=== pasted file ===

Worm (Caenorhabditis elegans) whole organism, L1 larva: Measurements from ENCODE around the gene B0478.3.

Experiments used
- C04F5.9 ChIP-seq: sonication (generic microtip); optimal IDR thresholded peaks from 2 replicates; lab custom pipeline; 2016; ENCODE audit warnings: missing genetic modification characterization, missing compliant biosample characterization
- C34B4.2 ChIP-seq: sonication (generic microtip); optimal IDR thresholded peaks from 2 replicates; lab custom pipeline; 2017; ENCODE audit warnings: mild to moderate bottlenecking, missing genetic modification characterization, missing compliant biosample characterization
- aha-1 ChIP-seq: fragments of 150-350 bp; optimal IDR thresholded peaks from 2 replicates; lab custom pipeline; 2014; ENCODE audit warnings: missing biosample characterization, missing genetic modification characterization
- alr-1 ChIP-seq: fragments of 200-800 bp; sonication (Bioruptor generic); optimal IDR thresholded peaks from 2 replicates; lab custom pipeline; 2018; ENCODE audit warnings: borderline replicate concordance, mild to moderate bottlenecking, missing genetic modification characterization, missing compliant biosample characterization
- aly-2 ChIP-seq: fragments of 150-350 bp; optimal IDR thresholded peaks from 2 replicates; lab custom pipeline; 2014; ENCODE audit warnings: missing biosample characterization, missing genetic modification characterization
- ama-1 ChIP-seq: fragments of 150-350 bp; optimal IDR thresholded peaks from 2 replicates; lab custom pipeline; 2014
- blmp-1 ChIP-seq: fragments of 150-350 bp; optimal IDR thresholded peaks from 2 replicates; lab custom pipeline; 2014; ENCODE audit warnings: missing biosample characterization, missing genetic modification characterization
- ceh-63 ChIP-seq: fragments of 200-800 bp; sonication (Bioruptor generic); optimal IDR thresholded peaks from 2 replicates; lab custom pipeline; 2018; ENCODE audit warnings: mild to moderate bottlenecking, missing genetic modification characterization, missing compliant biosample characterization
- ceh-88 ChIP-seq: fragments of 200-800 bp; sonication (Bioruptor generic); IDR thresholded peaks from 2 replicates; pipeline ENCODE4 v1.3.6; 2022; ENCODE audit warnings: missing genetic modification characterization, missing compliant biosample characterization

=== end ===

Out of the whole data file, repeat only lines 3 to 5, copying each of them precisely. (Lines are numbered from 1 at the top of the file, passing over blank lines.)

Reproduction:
- C04F5.9 ChIP-seq: sonication (generic microtip); optimal IDR thresholded peaks from 2 replicates; lab custom pipeline; 2016; ENCODE audit warnings: missing genetic modification characterization, missing compliant biosample characterization
- C34B4.2 ChIP-seq: sonication (generic microtip); optimal IDR thresholded peaks from 2 replicates; lab custom pipeline; 2017; ENCODE audit warnings: mild to moderate bottlenecking, missing genetic modification characterization, missing compliant biosample characterization
- aha-1 ChIP-seq: fragments of 150-350 bp; optimal IDR thresholded peaks from 2 replicates; lab custom pipeline; 2014; ENCODE audit warnings: missing biosample characterization, missing genetic modification characterization